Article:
I seem to be on a 900cc theme lately; earlier this week it was the Suzuki RF900, now its a lovely 2002 Kawasaki ZX9R.
Back in the early 1990's, the 750cc class was the configuration that was closest to the bikes being raced in WSB/Motogp. Bikes like the ZX-750R and GSX-750R came equipped with technology similar to the bikes being raced in World Superbike/MotoGP. Meanwhile the big-bore 1,000cc-plus class offered bikes which were ultra-powerful but were big and heavy.
During this time period Kawasaki was fortunate to be selling a lot of bikes in both classes. Kawasaki's ZX-750R was a sales champ, flying out the door to riders who wanted the experience of a street legal racing- homologation bike. Sales were further helped by the fact that Scott Russell was winning championships on a ZX-7 based machine. Also the street legal ZX-7R seriously outclassed the similarly priced GSX-750R which still featured a perimeter frame and an oil-cooled engine. Meanwhile Kawasaki was also selling lots of its ZX11/ZZR-1100, a hyper-speed king that held the title of the fastest production motorcycle on Earth.
While Kawasaki sales were booming, Honda was designing a game changer; the CBR900/Fireblade. Upon its introduction in 1992, the CBR900/Fireblade blew away the separation between the 750cc and 1100cc classes. Suddenly there was a bike that gave big-bore class power with 750cc weight and handling.
Faced with the CBR900/Fireblade onslaught, Kawasaki responded in 1994 with its own 900cc superbike effort, the ZX-9R. The ZX-9R was originally intended to compete with the CBR900/Fireblade but smaller manufacturer Kawasaki didn't/couldn't commit to a entirely new design for the ZX-9R. The result was that the ZX-9R was almost 30 kg (66 lb) heavier than the FireBlade. This meant that even though it made about 15 bhp more than the FireBlade, this advantage was nullified by its size, weight and resulting reduced agility. Faced with the weight issue, Kawasaki positioned the ZX-9R as a more stable and comfortable alternative to the Honda with more straight-line speed.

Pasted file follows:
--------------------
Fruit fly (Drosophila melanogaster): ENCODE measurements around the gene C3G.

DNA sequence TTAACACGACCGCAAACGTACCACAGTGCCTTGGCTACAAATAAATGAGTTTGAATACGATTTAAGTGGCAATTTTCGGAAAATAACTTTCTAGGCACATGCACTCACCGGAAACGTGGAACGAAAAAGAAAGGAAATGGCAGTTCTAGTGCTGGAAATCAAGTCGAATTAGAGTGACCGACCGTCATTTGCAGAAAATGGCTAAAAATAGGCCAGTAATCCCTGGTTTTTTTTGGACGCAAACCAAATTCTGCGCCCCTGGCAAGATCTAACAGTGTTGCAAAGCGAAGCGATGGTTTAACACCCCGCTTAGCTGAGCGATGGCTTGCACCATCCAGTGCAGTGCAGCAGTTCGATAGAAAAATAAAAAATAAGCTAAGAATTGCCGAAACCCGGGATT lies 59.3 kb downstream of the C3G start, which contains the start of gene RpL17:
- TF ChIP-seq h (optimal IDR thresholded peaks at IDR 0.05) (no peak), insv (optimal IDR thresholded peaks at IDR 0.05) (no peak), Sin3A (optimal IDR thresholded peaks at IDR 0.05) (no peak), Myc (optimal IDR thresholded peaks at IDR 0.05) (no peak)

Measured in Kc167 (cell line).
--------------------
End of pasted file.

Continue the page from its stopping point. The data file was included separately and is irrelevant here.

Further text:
Even though it couldn't directly complete with the Honda, reviewers found the new Kawasaki to be excellent, with top notch handling, ground clearance, braking and wind protection. Incremental changes were made from the introduction of the ZX-9R in 1994 to the last generation/F Series editions in 2002/2003 (which is what this seller indicates this bike is).
A very detailed review of the 2002 ZX9R can be found here.
This ZX-9R looks to be pristine, with the only items that look questionable being the turn signal indicators and possibly a missing rear mudguard. Note: Inquiries to the seller are that what appears to be a dent in the exhaust canister are merely a reflection.
Mileage is stated at 4733 and this appears to match the shown odometer.
Here is what the seller has to say
- VERY CLEAN 2002 KAWASAKI NINJA ZX-900R.
- MILEAGE IS 4,733.
- STAINLESS STEEL EXHAUST BY A.R.T. ITS A PRO-SERIES AND MADE IN ENGLAND.
- TIRES AND BRAKES ARE ORIGINAL AND ARE IN GOOD CONDITION.
- AS A BRAND NEW MAINTENANCE FREE BATTERY.
- THIS BIKE IS ADULT OWNED AND HAS NEVER BEEN DROPPED, WRECKED OR ABUSED IN ANY WAY
Is this last generation ZX-9R worth the $4,995 USD Buy-It-Now price? Well the opening bid matches the KBB retail price and given the low mileage of this bike, the price seems pretty fair. New owners would likely want to invest in new tires and a general fluid update but would then have a very clean last generation ZX-9R. Since first and last generation bikes are typically the ones with the most value to collectors, this one could be a smart buy before prices start to pop up.
Note: For anyone who might prefer the 1st generation ZX-9, there happens to be one of these also for sale on ebay right now. Click here to see the bike (but note the lack of title availability).